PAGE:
Annual Amish auction draws a crowd
Earlier this month the Amish colony near Ashland, Mont., teamed up with Slug Mills and crew for their unique annual auction. Along with dozens of colorful handmade quilts and rugs, enough beautiful handcrafted furniture to fill a large home, toys, lawn furniture and home canned edibles they included a modest offering of horses.
Since horses turn all the wheels of this community, most were broke to drive as well as ride. Blue roan, red roan, grullo, sorrel, palomino, Paint and Appaloosa – the horses were nearly as colorful as the quilts.
Amish children and horses grow up together, which was evident by the amount of dust that was stirred up around the perimeter of the auction throughout the day. Nothing makes a horse as gentle as kids, and gentle horses are in high demand.
Four young girls entered the ring on an alert, responsive sorrel horse with a nice way of going. As the auctioneer touted his ability as a heading horse and dragging calves to the branding fire he was gaveled off at $3,300. A 3-year-old blue roan ridden by a brother and sister had feedlot experience and proved gentle as the brother jumped off and crawled under his belly and between his legs with sister still behind the saddle, drawing a bid of $2,000. Another sorrel used for ranching and feedlot work handled with a light rein to back, stop, and sidepass to sell for $1,900; the same amount commanded by a 4-year-old AQHA registered Grullo with only 30 days riding.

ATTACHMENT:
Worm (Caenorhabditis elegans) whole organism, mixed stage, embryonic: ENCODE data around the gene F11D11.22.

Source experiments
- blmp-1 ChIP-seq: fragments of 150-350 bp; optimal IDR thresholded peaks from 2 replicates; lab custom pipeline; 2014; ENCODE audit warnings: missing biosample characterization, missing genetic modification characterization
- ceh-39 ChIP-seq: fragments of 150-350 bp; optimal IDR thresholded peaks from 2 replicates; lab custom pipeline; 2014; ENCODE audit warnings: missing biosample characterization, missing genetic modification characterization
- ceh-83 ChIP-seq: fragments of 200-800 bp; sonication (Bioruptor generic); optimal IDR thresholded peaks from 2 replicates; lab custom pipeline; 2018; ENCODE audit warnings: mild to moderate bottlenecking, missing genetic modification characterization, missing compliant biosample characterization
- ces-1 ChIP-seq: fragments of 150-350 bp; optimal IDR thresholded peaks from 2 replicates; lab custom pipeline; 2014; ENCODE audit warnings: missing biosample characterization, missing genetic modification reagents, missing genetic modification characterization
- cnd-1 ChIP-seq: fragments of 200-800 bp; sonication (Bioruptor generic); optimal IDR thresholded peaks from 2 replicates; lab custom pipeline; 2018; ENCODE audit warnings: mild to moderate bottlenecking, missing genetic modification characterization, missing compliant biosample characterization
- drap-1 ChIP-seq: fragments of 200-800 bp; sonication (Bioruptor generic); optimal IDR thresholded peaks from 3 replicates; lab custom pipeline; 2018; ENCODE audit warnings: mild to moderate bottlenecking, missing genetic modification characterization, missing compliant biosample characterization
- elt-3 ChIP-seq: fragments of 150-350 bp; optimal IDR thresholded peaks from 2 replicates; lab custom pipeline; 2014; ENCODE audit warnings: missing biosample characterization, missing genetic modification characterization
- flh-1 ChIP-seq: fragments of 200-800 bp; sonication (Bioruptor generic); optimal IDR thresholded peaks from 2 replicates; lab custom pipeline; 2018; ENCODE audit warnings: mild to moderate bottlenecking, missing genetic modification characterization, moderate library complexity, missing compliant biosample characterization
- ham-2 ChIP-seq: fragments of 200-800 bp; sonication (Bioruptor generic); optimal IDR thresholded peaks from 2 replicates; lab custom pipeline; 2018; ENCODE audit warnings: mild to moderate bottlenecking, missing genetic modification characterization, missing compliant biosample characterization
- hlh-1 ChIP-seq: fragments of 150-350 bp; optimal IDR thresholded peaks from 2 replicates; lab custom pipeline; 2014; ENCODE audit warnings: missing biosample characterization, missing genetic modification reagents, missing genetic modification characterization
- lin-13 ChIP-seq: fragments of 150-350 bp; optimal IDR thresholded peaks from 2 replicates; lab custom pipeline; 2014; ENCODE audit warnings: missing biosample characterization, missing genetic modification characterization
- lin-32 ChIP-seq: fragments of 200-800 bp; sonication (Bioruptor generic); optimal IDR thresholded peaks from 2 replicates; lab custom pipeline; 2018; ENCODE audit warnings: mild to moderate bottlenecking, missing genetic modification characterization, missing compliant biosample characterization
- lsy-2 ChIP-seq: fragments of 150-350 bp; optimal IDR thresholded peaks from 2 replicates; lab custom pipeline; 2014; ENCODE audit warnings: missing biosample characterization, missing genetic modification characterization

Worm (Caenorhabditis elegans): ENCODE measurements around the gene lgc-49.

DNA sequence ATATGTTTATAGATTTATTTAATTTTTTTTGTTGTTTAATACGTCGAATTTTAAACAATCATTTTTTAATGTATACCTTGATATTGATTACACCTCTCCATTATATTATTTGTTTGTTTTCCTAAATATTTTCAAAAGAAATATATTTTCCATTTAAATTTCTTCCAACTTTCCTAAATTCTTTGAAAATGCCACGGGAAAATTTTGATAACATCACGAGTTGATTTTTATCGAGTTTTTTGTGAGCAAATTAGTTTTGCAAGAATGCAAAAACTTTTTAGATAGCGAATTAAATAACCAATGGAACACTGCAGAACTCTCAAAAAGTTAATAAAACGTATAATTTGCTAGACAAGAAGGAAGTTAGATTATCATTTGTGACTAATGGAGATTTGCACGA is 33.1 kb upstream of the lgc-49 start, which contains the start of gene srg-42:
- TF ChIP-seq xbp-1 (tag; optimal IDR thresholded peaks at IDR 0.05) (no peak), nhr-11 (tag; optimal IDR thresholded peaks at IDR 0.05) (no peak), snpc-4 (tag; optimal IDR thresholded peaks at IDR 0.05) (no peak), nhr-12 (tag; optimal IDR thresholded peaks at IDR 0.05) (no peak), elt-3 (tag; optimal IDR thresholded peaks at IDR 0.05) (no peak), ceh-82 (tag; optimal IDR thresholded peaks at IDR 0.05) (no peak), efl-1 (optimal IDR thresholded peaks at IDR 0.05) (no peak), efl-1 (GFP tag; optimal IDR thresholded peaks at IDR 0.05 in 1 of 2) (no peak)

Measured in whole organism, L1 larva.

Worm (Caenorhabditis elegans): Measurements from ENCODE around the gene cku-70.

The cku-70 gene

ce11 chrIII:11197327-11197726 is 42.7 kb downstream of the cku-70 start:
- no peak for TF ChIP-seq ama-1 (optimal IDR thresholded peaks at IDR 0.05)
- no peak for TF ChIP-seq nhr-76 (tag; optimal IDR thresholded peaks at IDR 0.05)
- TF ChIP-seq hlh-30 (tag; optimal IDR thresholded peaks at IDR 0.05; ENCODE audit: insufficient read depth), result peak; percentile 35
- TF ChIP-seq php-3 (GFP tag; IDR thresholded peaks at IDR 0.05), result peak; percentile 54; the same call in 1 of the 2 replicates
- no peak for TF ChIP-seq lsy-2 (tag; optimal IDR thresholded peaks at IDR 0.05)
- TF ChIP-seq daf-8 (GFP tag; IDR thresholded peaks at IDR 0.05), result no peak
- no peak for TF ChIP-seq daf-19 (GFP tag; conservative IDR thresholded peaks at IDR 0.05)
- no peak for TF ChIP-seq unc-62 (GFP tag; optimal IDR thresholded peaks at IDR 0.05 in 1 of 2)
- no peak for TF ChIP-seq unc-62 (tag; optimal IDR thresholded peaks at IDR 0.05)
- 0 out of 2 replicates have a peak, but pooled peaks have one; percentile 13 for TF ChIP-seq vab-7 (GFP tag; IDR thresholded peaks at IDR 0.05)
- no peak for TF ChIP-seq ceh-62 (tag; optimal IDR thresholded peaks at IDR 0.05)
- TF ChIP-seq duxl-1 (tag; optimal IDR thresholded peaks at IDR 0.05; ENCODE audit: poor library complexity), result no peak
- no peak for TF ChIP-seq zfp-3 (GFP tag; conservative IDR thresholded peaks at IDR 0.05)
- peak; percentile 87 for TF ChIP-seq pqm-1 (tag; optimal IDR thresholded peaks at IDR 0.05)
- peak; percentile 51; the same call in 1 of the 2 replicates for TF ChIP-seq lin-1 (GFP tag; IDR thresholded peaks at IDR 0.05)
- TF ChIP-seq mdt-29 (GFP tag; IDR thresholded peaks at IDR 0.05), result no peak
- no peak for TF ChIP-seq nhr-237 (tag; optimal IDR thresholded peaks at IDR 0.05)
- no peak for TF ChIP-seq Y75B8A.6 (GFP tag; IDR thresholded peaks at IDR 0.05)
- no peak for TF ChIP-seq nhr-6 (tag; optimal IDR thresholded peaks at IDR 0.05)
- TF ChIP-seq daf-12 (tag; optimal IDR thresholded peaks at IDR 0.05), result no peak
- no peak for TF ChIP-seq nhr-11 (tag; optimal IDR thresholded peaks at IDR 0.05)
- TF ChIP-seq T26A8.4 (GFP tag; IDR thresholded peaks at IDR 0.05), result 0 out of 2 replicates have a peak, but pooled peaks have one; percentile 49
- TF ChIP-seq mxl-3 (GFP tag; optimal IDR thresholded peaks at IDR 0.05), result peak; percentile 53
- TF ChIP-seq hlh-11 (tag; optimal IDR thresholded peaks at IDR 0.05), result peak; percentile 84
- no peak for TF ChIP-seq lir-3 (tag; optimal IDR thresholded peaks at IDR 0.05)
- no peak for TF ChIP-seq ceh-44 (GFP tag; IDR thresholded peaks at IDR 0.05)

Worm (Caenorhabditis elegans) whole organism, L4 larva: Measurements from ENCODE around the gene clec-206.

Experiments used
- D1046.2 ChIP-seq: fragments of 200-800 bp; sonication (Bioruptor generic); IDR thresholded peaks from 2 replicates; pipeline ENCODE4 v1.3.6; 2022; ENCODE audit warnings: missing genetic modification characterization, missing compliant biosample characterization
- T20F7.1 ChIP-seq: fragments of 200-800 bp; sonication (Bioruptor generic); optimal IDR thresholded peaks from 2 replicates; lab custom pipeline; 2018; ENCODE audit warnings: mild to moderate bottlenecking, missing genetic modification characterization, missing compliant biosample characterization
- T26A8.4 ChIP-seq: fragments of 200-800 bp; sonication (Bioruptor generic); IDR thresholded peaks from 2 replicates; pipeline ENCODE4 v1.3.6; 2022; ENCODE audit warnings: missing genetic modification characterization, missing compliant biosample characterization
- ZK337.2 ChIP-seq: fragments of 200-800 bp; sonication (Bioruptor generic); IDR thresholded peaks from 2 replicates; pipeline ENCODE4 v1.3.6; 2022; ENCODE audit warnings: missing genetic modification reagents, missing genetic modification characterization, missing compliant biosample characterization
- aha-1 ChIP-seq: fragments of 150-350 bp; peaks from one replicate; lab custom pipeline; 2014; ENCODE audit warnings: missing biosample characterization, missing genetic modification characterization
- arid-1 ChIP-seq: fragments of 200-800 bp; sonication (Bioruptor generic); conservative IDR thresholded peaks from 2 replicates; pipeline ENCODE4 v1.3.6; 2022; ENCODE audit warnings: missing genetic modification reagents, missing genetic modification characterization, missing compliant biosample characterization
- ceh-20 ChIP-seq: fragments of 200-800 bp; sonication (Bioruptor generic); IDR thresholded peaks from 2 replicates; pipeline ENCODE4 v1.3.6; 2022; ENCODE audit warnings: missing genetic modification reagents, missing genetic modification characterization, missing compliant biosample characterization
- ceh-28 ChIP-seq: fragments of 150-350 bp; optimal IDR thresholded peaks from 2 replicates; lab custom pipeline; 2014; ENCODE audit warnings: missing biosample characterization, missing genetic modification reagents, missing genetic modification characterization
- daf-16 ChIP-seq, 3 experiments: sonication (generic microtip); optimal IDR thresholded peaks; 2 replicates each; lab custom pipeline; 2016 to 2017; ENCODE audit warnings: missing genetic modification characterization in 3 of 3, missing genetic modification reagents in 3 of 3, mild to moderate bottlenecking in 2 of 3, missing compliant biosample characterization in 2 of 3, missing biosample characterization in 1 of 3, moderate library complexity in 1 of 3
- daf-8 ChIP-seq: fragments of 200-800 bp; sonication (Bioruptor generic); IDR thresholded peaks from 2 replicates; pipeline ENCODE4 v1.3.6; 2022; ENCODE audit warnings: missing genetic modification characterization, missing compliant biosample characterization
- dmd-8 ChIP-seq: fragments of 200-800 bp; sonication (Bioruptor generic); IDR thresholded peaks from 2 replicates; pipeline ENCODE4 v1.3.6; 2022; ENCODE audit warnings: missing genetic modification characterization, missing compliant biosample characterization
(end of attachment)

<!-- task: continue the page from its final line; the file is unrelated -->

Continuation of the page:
Sale-topper for a bid of $4,500 was an 8-year-old AQHA registered palomino gelding with lots of chrome – blaze face and three white socks – a good handle, and roping experience in and out of the arena.
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The road has been long, but saddle bronc rider Wade Sundell hasn’t lost his passion for rodeoing.